|HUD No. 09-001
January 14, 2009
BUSH ADMINISTRATION ANNOUNCES MORE THAN $3.6 MILLION TO HELP VERY LOW-INCOME ELDERLY AND PEOPLE WITH DISABILITIES IN MISSISSIPPI
JACKSON - Very low-income senior citizens and persons with disabilities will be able to find affordable housing in Mississippi thanks to $3,607,500 in grants announced today by the U.S. Department of Housing and Urban Development. The funding will provide non-profit developers interest-free capital advances to produce accessible housing, offer rental assistance, and provide supportive services for the elderly and persons with disabilities through HUD's Section 202 and Section 811 grant programs.
"These grants will help thousands of our nation" very low-income elderly and persons with disabilities find decent housing that they can afford," said HUD Secretary Steve Preston. "Neither group should ever have to worry about being able to find a safe place to live."
The VOA Southeast, Inc. will use HUD's $2,108,900 grant for the construction of 20 units in Wiggins, Mississippi, consisting of 17 one-bedroom units, 2 handicapped accessible one-bedroom units, 1 one-bedroom manager's unit,
and 1 large community room, across four buildings to house 19 elderly very low-income residents and one resident manager. The location of the site will allow residents access to shopping, medical facilities and other amenities such as churches, financial institutions, and local recreational facilities.
Another HUD grant of $1,498,600 awarded to NAMI Mississippi will be used to construct 13 one-bedroom,
independent living apartments and one two-bedroom unit for a resident manager, to serve very low-income persons who are chronically mentally ill. The single-story design of the building is intended to accommodate all visitors with physical disabilities, as well as the delivery of services to the residents in an economical fashion for the next 20-30 years. The project will encourage residents to interact with the surrounding neighborhood and to work at businesses located in Lexington community.
Section 202 Capital Advance ($525.9 million nationwide to assist very low-income elderly)
HUD's Section 202 Capital Advance Program expands the supply of affordable housing with supportive services for
the elderly. It provides very low-income persons 62-years and older with the opportunity to live independently in an environment that provides the services they need. In addition to funding the construction, acquisition, and rehabilitation of multifamily developments, HUD's Section 202 program subsidizes the rents of senior citizens so they can limit their housing costs to only pay 30 percent of their incomes.
Section 811 Capital Advance ($124.5 million nationwide to assist very low-income people with disabilities)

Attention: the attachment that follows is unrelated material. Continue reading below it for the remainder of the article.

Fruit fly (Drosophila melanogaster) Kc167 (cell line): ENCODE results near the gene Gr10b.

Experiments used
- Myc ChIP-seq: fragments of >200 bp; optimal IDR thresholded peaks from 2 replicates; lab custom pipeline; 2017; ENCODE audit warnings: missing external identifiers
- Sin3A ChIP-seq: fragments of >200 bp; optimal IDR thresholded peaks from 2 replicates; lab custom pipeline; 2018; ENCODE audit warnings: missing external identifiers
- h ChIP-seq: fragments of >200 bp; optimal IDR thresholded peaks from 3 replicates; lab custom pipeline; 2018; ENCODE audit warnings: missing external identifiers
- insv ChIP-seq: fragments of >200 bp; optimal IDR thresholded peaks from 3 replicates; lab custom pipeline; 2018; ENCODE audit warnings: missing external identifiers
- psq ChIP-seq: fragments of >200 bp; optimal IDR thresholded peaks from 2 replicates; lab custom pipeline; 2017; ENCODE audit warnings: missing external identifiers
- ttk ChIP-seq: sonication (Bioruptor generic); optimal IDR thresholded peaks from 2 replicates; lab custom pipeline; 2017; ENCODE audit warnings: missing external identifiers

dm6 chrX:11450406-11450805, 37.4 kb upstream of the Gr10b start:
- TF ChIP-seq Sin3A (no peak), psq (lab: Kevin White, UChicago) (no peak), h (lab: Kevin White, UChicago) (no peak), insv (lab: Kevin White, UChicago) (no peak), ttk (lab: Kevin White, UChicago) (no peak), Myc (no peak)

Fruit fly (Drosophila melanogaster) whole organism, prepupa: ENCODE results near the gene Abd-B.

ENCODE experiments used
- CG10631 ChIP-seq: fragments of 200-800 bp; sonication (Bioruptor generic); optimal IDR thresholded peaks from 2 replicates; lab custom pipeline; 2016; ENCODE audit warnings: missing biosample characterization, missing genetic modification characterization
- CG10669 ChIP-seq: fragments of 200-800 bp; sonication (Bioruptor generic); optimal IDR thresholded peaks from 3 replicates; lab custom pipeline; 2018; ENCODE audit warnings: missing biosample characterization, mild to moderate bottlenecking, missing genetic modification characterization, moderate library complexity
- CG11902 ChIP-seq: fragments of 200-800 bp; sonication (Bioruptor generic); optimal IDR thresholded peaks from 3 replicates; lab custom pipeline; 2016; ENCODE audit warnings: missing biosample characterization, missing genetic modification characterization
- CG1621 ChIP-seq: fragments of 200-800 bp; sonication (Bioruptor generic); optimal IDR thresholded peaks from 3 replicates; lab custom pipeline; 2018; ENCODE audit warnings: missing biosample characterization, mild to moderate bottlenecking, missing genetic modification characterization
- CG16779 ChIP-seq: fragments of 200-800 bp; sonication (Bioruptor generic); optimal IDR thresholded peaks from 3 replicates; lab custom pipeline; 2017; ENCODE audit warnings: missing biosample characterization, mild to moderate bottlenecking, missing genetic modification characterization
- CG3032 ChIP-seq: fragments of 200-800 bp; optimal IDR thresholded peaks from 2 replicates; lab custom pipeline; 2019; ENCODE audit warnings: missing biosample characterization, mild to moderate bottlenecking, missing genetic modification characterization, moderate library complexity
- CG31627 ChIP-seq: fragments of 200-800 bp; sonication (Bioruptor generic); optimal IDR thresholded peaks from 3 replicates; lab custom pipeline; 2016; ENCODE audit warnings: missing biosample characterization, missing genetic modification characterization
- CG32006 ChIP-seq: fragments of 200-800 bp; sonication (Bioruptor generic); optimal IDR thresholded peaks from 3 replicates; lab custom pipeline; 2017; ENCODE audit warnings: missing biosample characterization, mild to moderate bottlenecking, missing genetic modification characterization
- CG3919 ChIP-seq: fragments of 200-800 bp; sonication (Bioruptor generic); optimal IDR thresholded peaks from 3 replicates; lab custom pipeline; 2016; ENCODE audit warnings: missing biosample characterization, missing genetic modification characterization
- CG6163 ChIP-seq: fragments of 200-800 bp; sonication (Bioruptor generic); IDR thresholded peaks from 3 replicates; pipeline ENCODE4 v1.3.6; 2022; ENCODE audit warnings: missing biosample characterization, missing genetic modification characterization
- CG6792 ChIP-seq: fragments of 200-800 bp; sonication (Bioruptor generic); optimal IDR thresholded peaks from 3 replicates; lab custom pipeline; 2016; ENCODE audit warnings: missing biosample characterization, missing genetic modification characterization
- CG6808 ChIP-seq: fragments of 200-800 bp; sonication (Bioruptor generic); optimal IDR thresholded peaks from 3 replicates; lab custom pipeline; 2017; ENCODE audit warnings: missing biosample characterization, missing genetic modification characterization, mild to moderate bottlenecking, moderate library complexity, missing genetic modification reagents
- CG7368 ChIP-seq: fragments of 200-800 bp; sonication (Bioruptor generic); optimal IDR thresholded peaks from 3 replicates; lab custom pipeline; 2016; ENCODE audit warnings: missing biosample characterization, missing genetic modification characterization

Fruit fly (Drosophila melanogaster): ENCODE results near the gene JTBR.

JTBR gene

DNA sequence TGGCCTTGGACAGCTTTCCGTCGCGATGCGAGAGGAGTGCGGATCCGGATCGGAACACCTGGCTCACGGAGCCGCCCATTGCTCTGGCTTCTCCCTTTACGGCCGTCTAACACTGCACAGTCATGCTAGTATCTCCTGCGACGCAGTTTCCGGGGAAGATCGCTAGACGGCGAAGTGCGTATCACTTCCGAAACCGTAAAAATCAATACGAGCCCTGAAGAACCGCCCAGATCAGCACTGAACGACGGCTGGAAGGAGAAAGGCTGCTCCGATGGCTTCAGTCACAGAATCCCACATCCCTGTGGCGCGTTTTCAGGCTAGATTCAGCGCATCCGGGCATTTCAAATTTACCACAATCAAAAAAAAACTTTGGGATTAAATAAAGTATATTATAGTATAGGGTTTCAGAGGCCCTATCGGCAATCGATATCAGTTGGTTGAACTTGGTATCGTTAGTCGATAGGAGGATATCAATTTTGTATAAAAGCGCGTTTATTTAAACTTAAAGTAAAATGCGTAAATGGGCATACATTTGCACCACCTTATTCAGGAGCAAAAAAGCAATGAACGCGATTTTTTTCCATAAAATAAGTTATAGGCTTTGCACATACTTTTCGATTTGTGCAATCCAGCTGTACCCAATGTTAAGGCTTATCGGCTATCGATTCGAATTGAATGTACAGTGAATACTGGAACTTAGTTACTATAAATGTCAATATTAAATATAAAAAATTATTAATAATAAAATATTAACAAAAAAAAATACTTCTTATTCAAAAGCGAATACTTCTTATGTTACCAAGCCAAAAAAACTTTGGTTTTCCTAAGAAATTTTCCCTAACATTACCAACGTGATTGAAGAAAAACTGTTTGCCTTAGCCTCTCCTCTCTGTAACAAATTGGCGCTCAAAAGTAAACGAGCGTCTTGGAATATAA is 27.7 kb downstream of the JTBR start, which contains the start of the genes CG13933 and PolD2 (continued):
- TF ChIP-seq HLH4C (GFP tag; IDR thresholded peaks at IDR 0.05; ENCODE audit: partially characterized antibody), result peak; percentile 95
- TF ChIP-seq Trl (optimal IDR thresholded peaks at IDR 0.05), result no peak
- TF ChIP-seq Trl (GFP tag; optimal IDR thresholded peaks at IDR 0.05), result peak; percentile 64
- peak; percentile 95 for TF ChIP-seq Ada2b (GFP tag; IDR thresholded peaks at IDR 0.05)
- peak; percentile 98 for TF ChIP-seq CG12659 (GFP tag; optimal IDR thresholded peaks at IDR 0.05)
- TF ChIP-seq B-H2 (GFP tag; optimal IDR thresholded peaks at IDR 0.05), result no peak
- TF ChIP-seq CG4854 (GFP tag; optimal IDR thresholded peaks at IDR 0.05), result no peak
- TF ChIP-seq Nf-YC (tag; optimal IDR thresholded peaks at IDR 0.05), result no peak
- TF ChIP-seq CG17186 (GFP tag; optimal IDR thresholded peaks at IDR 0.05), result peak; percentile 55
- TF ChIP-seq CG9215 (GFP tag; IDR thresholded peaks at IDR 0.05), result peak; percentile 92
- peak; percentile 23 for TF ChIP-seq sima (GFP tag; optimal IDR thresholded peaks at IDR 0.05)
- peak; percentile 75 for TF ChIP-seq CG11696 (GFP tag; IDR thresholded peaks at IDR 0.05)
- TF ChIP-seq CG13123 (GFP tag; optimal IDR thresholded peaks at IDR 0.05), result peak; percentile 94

Housing constructed using interest-free capital advances under HUD's Section 811 Program are primarily used in smaller newly constructed buildings, typically group homes for three to four people, or condominium units. Eligible residents pay 30 percent of their income for rent and the federal government will pay the rest. Households must
have one or more very low-income adult with physical or developmental disability or living with chronic mental illness.
The term "person with disabilities" may also include two or more people with disabilities living together, or one or
more persons with disabilities living with one or more live-in attendants. The program provides persons with
disabilities the opportunity to live independently in their communities by increasing the supply of rental housing with the availability of supportive services.
HUD provides the Section 202 and Section 811 funds to non-profit organizations in two forms:
- Capital Advances. This is funding that covers the cost of developing, acquiring, or rehabilitating the development.
- Project Rental Assistance Contract (PRAC). This is funding that goes to each development to cover the difference between the residents’ contributions toward rent and the HUD-approved cost of operating the project.
Note: State-by-state breakdown of individual funding summaries is available on HUD's website.
HUD is the nation's housing agency committed to increasing homeownership, particularly among minorities; creating affordable housing opportunities for low-income Americans; and supporting the homeless, elderly, people with disabilities and people living with AIDS. The Department also promotes economic and community development, and enforces the nation" fair housing laws. More information about HUD and its programs is available on the Internet